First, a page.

Who is UNA’s president, Dr. Kenneth Kitts?


Brooke J. Freundschuh, Editor-in-Chief

Dr. Kenneth Kitts, President of the University of North Alabama, has not always been the figure many students recognize him to be today. Kitts grew up in rural Waynesville, NC, the youngest of four siblings. He is the son of hardworking parents who fought for their children to have a formal education. He attained both his bachelor’s and master’s degrees from Appalachian State University in Boone, NC. 

“It was an expectation that, if possible, we would go to college,” said Kitts.

His parents helped him pay for his undergraduate degree with the expectation of seeing results. Kitts was not a first generation student, but his father was. His parents are from Knoxville, Tenn. His father was able to go to college after serving in World War II because of the G.I. Bill. He became a dentist.

“I’m one generation removed from that, and I’ll never forget that,” Kitts said. ”When I talk to alums now about scholarships and that being a bridge for our students, that really means something to me, because my dad had a bridge, and if it hadn’t been for that bridge and that help, he wouldn’t have gone to college and my life would be very different, but somebody, somewhere believed in him.”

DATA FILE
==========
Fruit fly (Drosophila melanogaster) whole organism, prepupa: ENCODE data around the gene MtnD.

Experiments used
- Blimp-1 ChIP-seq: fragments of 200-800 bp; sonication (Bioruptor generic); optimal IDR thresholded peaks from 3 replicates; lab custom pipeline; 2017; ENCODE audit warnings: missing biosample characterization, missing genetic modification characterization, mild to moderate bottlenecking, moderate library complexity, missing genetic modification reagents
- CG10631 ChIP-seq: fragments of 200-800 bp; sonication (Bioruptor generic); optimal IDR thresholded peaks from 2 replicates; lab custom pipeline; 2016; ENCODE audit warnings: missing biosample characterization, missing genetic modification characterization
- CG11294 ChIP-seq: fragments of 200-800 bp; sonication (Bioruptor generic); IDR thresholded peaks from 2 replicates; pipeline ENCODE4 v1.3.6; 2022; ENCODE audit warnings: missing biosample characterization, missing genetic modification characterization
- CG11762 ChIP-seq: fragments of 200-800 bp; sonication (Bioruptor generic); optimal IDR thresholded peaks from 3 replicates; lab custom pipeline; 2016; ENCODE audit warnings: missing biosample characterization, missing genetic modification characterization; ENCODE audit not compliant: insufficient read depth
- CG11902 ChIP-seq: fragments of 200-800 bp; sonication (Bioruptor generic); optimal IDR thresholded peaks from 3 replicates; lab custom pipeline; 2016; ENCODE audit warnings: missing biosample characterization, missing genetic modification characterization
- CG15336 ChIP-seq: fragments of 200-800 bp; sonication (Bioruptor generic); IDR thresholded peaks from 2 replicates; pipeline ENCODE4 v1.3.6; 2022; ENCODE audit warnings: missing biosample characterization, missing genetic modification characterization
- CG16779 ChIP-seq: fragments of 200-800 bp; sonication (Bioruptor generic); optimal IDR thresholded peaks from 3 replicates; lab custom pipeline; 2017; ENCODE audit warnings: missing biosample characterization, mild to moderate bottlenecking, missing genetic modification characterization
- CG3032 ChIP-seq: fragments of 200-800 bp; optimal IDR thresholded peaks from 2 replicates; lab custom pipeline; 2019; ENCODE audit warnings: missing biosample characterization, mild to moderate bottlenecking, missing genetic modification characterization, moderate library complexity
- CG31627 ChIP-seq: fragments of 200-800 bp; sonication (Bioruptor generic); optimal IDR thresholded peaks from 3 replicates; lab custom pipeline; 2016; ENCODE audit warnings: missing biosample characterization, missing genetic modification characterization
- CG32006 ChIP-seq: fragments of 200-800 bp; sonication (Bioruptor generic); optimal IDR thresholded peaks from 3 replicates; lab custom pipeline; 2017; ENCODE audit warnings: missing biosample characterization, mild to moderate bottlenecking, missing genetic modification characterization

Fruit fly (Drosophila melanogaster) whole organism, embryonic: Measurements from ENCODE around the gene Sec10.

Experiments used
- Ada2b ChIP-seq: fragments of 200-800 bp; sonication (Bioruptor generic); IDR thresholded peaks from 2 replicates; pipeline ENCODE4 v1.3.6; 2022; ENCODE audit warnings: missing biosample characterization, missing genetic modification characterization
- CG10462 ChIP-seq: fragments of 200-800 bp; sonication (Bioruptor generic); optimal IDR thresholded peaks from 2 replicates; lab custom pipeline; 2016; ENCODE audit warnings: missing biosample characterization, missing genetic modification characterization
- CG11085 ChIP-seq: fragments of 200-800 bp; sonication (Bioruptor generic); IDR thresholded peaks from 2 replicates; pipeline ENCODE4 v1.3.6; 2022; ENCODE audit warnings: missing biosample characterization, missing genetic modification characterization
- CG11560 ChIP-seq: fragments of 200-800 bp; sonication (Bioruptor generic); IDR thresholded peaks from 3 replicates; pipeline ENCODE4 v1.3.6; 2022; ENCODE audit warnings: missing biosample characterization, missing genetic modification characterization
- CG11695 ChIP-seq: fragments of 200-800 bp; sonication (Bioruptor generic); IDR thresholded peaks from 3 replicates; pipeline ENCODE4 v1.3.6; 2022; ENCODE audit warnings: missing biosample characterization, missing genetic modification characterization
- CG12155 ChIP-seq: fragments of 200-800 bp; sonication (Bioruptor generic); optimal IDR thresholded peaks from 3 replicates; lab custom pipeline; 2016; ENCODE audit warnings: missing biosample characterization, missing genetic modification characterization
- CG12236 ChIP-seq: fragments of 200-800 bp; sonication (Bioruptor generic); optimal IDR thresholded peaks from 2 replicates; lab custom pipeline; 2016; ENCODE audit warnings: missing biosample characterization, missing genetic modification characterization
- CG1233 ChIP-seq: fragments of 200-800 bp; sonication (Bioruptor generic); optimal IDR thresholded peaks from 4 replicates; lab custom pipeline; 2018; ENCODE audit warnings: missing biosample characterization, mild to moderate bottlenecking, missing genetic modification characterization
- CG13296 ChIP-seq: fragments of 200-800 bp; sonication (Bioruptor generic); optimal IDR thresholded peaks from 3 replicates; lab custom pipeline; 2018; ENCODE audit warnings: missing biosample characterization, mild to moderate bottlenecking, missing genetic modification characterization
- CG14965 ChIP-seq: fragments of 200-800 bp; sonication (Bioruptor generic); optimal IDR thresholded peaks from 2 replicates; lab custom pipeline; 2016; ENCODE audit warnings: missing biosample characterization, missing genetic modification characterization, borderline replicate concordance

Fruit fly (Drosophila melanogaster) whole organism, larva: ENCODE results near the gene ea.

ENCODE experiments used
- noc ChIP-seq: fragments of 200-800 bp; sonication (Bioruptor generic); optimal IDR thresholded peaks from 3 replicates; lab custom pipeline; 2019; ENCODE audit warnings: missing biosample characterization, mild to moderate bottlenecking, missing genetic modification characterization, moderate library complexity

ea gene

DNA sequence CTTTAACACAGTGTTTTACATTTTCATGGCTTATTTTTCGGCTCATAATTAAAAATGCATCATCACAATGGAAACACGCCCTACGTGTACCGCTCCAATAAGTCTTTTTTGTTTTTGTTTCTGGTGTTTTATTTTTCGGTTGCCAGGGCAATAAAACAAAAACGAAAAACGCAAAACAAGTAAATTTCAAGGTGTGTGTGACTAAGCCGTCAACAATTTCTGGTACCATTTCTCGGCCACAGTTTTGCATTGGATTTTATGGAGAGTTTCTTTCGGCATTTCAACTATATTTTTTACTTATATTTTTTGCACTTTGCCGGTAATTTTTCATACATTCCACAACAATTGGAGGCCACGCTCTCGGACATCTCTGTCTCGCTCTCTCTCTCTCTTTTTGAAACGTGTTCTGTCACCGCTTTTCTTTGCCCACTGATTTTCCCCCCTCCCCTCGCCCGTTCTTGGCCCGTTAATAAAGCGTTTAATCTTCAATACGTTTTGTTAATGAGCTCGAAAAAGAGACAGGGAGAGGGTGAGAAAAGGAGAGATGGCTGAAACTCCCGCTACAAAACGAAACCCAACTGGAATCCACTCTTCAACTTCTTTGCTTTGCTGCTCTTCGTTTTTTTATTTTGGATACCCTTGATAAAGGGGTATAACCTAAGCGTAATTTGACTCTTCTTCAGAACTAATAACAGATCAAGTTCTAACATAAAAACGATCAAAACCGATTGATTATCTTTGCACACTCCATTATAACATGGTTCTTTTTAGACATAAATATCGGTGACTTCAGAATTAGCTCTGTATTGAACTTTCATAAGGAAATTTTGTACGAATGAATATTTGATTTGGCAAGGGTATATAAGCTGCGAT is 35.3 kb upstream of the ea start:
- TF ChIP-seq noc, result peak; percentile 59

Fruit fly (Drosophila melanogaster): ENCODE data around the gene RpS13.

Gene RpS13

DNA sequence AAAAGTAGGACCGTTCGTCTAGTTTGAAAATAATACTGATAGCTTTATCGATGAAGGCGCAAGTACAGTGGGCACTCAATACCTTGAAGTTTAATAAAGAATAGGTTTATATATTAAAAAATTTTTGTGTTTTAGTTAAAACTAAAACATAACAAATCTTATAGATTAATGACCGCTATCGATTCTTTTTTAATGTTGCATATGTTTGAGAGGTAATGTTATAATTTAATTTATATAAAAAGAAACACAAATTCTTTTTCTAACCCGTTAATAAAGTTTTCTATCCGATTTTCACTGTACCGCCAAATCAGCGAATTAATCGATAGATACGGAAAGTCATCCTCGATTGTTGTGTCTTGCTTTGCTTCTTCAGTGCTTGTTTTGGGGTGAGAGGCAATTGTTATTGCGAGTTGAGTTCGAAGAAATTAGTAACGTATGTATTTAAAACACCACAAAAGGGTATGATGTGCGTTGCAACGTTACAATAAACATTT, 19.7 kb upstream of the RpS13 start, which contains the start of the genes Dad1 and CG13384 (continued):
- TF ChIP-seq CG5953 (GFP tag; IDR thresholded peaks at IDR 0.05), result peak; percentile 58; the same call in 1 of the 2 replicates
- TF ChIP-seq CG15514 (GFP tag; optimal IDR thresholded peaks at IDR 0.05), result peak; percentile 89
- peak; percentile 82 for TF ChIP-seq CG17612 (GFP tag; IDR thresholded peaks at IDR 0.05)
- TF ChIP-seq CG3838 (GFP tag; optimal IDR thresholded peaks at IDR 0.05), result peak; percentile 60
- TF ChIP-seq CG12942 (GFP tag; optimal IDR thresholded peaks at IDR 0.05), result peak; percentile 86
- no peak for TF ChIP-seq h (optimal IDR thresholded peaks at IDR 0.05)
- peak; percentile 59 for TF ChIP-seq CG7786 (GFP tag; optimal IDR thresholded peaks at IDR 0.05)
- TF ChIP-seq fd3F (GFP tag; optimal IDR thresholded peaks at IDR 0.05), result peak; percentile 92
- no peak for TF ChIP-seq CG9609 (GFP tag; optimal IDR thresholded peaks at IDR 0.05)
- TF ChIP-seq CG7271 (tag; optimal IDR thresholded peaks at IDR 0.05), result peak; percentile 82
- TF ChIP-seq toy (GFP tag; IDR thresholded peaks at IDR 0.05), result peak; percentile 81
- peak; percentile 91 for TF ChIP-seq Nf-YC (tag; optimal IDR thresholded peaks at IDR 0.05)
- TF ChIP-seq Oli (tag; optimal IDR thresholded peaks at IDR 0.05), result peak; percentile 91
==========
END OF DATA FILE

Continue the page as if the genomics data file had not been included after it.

Kitt’s academic background is in Political Science. He began college as a business major. As part of his freshman year electives he took an American Government class, which resonated with him more than business. He went straight from his bachelor’s degree into a master’s degree program, in which he had an assistantship that required him to teach a freshman class. Young for his grade, Kitts was only two years older than the students he was teaching, however, this drew him to the field.

As he neared the end of his master’s degree, he began looking at options, including federal government positions with the FBI and CIA, but he began to see his life in higher education unfold around him. A year-long teaching job became available at Francis Marion University in Florence, SC, so he took it as a first job. He was only 21 when he took this position.